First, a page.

Smart Card Alliance Calls For Review Of EPC Gen 2 RFID In Identity Documents

Recent headlines have confused U.S. electronic passports -- the passport books with the blue cover and the small gold e-passport icon -- with the new U.S. Passport Cards and Enhanced Driver’s Licenses (EDL) already being issued as border crossing credentials by some states.

The confusion came in reports about security researcher Chris Paget, who demonstrated the ease of scanning, cloning and tracking RFID-based U.S. Passport Cards and Enhanced Driver’s Licenses (EDL) in a YouTube video.

“The Smart Card Alliance wants to make it clear that this demonstration did not involve the blue U.S. electronic passport books,” said Randy Vanderhoof, executive director of the Smart Card Alliance. “Headlines stating that passports can be scanned and tracked are wrong. The widely reported demonstration involved U.S. Passport Cards and Enhanced Driver’s Licenses, which use EPC Gen 2 RFID technology. These are different travel documents and use completely different technologies from U.S. electronic passports, which use contactless smart card technology and are very privacy secure.”

With the coming of the new administration, the Smart Card Alliance recommends an immediate review of the decision to use EPC Gen 2 RFID technology in U.S. travel documents. The Alliance is prepared to endorse the correct use of any technology that provides adequate protection of privacy and identity information. However, as the U.S. Passport Card and EDL programs were being defined, the Smart Card Alliance went on record advising against using an insecure EPC Gen 2 RFID solution that put the privacy and security of U.S. citizens’ personal information at risk.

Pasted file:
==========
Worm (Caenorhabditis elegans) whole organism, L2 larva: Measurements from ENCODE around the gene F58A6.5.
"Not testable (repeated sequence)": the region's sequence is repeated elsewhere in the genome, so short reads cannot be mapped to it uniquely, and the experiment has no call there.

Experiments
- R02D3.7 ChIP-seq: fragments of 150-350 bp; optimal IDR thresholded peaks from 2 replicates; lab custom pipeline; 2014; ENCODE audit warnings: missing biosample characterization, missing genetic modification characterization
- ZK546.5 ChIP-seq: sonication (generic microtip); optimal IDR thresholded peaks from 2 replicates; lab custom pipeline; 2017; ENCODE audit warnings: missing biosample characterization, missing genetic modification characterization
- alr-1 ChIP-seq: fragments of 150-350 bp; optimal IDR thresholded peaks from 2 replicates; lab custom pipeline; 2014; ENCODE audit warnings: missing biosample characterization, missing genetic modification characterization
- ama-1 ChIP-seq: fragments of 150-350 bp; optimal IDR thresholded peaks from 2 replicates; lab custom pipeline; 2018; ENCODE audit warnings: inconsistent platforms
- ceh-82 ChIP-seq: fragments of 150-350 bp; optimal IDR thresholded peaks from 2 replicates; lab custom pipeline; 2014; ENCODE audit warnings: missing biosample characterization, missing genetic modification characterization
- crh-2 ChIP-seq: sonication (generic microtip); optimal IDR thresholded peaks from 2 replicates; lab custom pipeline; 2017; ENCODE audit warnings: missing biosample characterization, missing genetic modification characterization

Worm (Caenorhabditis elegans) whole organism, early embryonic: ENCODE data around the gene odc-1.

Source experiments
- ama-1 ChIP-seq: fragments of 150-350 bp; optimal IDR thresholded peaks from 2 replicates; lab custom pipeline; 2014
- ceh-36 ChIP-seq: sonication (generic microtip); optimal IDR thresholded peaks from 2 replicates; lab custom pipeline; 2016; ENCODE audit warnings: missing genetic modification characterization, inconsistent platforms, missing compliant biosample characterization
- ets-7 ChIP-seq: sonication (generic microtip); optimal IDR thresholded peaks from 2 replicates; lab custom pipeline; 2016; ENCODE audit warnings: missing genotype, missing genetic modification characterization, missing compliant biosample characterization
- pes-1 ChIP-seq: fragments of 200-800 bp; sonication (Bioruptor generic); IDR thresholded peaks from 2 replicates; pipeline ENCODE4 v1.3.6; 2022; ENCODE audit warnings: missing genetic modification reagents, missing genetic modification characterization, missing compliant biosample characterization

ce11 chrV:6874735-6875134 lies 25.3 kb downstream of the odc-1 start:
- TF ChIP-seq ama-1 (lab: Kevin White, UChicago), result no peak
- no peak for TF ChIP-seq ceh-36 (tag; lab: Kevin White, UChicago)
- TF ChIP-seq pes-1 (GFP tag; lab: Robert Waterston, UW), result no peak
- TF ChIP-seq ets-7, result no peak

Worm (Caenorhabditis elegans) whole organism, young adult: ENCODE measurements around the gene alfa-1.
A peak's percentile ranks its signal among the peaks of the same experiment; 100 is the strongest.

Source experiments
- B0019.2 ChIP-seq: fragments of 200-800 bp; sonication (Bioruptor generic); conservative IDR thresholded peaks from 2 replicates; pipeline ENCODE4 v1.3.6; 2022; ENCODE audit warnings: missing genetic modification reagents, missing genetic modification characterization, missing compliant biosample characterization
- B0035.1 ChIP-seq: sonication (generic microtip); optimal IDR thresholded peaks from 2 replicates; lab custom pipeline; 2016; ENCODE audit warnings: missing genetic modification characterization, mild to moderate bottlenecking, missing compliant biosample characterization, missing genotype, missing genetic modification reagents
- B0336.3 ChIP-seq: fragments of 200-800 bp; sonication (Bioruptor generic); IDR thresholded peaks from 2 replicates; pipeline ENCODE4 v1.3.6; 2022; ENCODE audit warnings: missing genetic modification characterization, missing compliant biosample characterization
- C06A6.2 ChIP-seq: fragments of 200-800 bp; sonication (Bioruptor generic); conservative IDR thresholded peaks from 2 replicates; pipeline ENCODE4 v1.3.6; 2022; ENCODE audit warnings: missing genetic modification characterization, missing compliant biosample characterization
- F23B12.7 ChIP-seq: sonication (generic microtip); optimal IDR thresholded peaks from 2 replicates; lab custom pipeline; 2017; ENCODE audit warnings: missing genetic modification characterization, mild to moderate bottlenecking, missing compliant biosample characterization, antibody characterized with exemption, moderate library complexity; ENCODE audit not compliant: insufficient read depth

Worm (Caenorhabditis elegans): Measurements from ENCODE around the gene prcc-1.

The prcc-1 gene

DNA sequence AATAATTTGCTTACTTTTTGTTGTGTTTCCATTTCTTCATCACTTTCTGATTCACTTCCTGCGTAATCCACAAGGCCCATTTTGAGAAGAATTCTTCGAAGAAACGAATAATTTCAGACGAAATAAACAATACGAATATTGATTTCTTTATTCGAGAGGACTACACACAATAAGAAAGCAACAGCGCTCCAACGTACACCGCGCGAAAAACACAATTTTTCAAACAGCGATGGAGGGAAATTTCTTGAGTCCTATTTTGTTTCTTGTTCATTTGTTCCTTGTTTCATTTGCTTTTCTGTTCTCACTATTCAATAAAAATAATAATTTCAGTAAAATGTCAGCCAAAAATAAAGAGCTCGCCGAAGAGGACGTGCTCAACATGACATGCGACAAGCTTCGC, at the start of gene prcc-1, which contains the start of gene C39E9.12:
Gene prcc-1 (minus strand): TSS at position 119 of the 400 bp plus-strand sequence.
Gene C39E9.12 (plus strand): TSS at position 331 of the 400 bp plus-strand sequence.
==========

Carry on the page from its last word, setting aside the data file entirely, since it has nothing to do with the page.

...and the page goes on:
The Alliance Identity Council, whose members include technology providers of both RFID and RF-enabled contactless smart card solutions, stands ready to assist any government agency or department that undertakes such a review. The Alliance provides a cross-industry forum that can offer expert advice on how to best meet the needs of high security and throughput at border crossings without compromising the privacy of citizens’ personal information or their safety.

Passport Cards are new, State Department-issued travel documents valid primarily for crossing land borders with Canada and Mexico. They were designed to provide a less expensive and more portable alternative to the traditional blue passport book. Some border states are issuing or planning to issue special driver’s licenses, called Enhanced Driver’s Licenses (EDL), that are also valid for crossing land borders. The State Department has issued nearly 700,000 passport cards to U.S. citizens in advance of tougher border crossing rules that take effect June 1. Washington State has issued more than 10,000 EDLs, primarily to frequent visitors to nearby Vancouver, British Columbia.

The Passport Cards and EDLs that were the subject of this scanning demonstration use long range, insecure, EPC Gen 2 RFID tags, which lack encryption and authentication. It is not surprising this researcher could remotely read Passport Cards, because the RFID tag technology used in them was actually designed for tracking objects at long distances and is used mostly in manufacturing and shipping. These RFID tags have minimal built-in support for security and privacy and, for that reason, the State Department issues Passport Cards with protective sleeves to prevent them from being read when not in use.

In sharp contrast, the blue U.S. electronic passport books use RF-enabled contactless smart card technology. This is a completely different technology that includes a small computer inside the e-passport book. The U.S. e-passport is not vulnerable to the remote reading attack demonstrated on RFID-based Passport Cards and EDLs. A small gold chip icon on the book cover indicates an electronic passport.

U.S. electronic passports are very privacy-secure. A metallic shield in the cover prevents any information from being read when the book is closed. Further, it has a short read range of two inches and the chip won’t give up any information until the passport book is physically opened and a unique key that is printed inside the passport is optically scanned and sent to the chip. The U.S. Department of State calls this e-passport security Basic Access Control.

Contactless smart cards are designed for high security applications and are used in tens of millions of identity credentials and payment cards worldwide.

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